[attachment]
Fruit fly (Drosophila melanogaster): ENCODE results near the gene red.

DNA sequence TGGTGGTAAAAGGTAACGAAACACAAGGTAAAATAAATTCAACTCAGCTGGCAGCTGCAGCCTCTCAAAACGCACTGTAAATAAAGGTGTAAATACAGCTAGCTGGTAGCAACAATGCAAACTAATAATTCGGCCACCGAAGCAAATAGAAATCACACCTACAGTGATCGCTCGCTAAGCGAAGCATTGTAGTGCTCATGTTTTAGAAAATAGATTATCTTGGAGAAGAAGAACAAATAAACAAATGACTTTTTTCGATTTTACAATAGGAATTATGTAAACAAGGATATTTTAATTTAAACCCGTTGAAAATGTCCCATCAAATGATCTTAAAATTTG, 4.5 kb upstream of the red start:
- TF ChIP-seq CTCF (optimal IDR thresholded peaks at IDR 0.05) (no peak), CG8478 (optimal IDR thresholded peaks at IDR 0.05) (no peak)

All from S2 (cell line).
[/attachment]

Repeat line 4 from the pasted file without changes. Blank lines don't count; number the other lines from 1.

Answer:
All from S2 (cell line).